Something that's struck me about the series since I first read the novelization of Serenity is the relationship between Simon and River. My sister and I had our fair share of sibling rivalry, but, and I just watched "Safe," which is the episode where Simon and River are kidnapped by hillfolk, and River's telepathy leads her to be deemed a witch by the townsfolk, I still love my sister. Indeed, while I'm not out risking my life to save her from an alliance trying to turn her into a weapon, I think some of my current animosities towards family are a...protectiveness...towards her, given that such animosities have arisen about people feeling snubbed at not being invited to her wedding.

I think some of our past rivalries had come from a security to have such rivalries. When I look at some of the darker times in our lives, predominantly when Dad was sick, we still worked well together. And we've always managed to set aside differences when pets were concerned. When the going got tough, we were backup for each other, and typically didn't go for each others' throats unless there was nothing else going on. Maybe sibling rivalry, or at least our sibling rivalry, was born of boredom. But now, we play very nice together, whether we're rescuing abandoned felines or breaking Mom out of a nursing home or making sure Rich doesn't have a diabetic episode while with Mom at the hospital.

Fortunately, Mandie and I also had parents who gave a damn. I look at Simon and River's parents, who just plain didn't really know their kids, didn't see the signs River gave that the Academy was hurting her... At least our parents would have been more concerned about us rather than about how things might look to other people. Then again, we were too poor to worry about anything other than each other.

I'm glad my sister and I get along well these days.

And as far as Firefly goes... I realized I can't pick a favorite episode. The whole series is my favorite episode...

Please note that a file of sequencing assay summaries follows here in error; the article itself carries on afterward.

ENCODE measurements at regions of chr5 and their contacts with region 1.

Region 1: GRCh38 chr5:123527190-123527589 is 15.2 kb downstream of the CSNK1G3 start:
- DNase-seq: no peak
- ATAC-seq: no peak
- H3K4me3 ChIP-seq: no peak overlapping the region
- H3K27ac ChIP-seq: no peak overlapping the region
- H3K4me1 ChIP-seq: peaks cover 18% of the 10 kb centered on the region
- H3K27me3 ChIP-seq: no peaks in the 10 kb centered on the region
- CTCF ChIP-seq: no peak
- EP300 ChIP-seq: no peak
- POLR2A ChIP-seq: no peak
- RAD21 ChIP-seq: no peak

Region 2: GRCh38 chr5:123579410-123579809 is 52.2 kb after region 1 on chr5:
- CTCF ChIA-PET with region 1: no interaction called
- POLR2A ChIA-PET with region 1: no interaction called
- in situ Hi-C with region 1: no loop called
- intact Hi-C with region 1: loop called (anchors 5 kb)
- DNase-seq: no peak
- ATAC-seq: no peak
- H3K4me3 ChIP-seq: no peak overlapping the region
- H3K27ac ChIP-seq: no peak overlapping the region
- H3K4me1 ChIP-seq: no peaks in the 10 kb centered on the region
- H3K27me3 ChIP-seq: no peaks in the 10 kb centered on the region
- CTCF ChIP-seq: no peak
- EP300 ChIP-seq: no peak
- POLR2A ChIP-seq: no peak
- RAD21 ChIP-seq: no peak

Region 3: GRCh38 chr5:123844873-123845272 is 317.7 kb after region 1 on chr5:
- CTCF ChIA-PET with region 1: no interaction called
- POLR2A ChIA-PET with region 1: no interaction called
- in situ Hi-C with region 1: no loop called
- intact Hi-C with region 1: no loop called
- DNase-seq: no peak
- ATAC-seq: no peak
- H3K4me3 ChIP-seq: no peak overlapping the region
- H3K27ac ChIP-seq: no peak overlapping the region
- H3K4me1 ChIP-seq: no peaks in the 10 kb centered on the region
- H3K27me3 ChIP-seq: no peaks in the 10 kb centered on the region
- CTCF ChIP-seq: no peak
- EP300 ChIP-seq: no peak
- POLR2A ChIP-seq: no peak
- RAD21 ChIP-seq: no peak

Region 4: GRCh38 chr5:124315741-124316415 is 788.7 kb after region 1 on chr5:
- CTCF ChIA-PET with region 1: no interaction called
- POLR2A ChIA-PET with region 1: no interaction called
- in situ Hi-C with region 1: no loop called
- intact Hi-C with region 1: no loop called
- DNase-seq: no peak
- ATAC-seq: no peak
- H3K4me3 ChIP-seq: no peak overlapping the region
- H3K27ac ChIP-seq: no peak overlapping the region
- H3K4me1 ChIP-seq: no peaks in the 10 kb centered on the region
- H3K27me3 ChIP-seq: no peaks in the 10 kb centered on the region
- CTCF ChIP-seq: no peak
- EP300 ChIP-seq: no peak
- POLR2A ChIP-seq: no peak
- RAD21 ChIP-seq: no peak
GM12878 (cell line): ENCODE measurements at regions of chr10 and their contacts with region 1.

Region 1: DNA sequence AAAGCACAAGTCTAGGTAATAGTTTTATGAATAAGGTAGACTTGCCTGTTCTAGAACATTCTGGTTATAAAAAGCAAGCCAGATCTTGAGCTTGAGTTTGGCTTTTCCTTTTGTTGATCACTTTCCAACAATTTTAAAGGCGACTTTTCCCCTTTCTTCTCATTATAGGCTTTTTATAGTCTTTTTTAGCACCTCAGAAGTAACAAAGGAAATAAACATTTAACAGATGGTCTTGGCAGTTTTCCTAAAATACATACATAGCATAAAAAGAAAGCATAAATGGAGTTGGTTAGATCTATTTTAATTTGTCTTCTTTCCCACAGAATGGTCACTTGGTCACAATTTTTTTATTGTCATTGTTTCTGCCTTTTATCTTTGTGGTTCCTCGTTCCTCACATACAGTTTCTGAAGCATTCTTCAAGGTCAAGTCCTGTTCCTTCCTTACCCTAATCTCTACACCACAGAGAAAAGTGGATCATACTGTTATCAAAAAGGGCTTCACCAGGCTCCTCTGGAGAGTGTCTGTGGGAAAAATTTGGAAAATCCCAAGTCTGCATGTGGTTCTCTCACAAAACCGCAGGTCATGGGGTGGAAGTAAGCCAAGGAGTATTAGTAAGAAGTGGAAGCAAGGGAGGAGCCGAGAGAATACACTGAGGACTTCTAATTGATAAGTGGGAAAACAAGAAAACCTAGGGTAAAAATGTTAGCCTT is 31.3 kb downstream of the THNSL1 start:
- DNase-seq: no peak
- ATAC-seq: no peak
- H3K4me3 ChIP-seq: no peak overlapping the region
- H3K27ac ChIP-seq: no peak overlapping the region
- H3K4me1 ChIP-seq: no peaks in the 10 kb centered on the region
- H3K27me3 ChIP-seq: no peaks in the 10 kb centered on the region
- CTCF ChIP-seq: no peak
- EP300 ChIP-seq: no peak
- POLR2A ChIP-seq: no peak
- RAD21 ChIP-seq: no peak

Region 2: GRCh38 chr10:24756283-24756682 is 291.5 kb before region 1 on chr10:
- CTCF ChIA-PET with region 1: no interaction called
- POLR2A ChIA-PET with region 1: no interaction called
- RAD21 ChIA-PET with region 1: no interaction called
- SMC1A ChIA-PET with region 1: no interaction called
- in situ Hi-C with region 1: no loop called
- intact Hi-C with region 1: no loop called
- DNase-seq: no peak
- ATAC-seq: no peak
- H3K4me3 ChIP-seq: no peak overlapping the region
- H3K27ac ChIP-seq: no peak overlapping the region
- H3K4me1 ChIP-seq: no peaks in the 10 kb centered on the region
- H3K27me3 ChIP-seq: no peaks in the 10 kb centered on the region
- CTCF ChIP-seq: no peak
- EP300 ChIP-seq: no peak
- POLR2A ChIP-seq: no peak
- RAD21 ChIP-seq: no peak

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HAPPY BIRFDAY [personal profile] dungeonwriter, [profile] brainlesswonder, AND [profile] hmpinky!!



So, weird dream last night where some teenagers stole my car for a chop shop, and the local teen heroes were total douchebags about it. But my car was saved from the chop shop and returned to me by the A Team, because they had a soft spot for cars from the 1980s.

Rocky is behind me, snoring. Every time I fart, I figure I'm giving him a Dutch Toaster Oven.

So, with regards to JJ Abrams and Star Trek and Star Wars... I understand I'm in the minority in Not Liking Abrams, much less the stuff he did with Star Trek. An alternate timeline, I can handle. I can even accept some changes in Trek technology, or even "Treknology," as it were, but total disregard of physics (building a starship on a planetary surface, besides being rather unsafe, is too difficult for 22nd-23rd technology; transporters with no range limit; red matter; Spock, who was all about preserving original timelines as far back as "The City on the Edge of Forever" deciding to alter/interfere with his own past, alternate timeline or no...) It's just...too much. I think good storytelling was sacrificed for the eye candy that makes the masses happy. And I think Star Wars now has the same problem looming ahead. Or, actually, more of the same problem; I think this is what tripped Lucas up with the prequels. I think this is what tripped up Ron Moore in the last half of BSG. I think this is what tripped up Abrams with Lost.